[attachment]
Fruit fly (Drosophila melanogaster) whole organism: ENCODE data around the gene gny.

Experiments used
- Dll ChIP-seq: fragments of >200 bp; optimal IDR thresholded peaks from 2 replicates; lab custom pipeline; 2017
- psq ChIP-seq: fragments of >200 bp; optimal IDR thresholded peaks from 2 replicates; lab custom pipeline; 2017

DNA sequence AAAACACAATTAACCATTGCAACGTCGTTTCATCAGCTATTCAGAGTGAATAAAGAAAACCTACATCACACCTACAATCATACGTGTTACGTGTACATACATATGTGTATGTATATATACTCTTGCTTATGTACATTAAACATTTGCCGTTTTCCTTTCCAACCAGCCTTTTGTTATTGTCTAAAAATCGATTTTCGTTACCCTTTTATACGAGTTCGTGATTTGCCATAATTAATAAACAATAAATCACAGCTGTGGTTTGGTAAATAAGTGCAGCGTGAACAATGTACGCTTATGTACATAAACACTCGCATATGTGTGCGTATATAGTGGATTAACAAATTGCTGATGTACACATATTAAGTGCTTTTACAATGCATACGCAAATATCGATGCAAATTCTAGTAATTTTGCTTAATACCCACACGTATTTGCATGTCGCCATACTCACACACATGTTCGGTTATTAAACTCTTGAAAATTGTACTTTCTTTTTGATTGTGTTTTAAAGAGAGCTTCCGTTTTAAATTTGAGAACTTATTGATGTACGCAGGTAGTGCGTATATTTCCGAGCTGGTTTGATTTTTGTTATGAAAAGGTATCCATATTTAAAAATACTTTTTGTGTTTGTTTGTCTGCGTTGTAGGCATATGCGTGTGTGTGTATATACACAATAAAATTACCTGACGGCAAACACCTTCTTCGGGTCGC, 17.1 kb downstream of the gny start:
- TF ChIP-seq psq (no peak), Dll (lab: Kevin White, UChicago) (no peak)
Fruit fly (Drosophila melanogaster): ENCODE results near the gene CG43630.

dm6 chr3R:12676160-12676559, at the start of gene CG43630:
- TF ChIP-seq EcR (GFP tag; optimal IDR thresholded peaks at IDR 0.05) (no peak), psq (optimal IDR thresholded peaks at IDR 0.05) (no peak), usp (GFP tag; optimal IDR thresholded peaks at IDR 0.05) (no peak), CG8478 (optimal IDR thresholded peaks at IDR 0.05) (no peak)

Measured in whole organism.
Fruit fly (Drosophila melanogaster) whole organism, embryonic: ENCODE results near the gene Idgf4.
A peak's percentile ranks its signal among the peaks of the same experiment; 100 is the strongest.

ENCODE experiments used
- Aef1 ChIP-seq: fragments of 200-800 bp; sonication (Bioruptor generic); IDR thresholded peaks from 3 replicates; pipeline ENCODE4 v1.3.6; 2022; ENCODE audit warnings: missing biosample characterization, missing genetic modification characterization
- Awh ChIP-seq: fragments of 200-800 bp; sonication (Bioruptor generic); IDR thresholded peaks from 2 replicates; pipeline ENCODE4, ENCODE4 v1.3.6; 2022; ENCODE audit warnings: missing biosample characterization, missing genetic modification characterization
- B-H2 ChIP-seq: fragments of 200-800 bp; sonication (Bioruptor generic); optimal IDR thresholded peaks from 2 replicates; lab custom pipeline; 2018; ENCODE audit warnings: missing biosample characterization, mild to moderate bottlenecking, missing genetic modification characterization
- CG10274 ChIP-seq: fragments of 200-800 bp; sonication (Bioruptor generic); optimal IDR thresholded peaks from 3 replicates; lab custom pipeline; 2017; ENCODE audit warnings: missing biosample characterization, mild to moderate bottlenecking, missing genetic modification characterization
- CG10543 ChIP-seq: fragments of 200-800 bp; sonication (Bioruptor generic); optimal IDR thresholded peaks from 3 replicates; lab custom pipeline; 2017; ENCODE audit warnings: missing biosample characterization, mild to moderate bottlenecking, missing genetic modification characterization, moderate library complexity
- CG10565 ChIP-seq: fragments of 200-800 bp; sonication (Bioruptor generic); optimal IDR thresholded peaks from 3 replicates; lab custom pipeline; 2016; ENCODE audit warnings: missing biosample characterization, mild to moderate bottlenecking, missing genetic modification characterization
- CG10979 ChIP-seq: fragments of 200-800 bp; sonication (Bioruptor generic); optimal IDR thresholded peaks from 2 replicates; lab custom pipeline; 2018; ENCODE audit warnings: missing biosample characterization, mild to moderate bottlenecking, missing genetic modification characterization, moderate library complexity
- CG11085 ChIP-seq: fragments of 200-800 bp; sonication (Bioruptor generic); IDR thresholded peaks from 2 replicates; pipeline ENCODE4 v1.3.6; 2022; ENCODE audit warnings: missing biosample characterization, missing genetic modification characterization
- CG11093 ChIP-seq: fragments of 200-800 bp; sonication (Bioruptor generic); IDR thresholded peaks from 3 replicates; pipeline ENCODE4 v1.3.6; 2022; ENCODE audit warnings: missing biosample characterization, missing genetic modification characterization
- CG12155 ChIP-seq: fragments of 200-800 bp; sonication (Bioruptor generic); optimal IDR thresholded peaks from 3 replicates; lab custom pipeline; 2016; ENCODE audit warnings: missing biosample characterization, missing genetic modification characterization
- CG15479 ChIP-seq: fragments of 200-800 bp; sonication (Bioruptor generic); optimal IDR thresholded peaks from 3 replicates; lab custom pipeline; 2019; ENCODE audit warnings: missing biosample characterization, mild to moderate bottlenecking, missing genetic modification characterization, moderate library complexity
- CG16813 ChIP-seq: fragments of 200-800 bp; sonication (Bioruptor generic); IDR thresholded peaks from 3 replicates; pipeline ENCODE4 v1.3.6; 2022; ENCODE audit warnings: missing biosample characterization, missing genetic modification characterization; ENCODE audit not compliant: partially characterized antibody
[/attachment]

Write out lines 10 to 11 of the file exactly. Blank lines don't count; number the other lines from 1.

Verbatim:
Measured in whole organism.
Fruit fly (Drosophila melanogaster) whole organism, embryonic: ENCODE results near the gene Idgf4.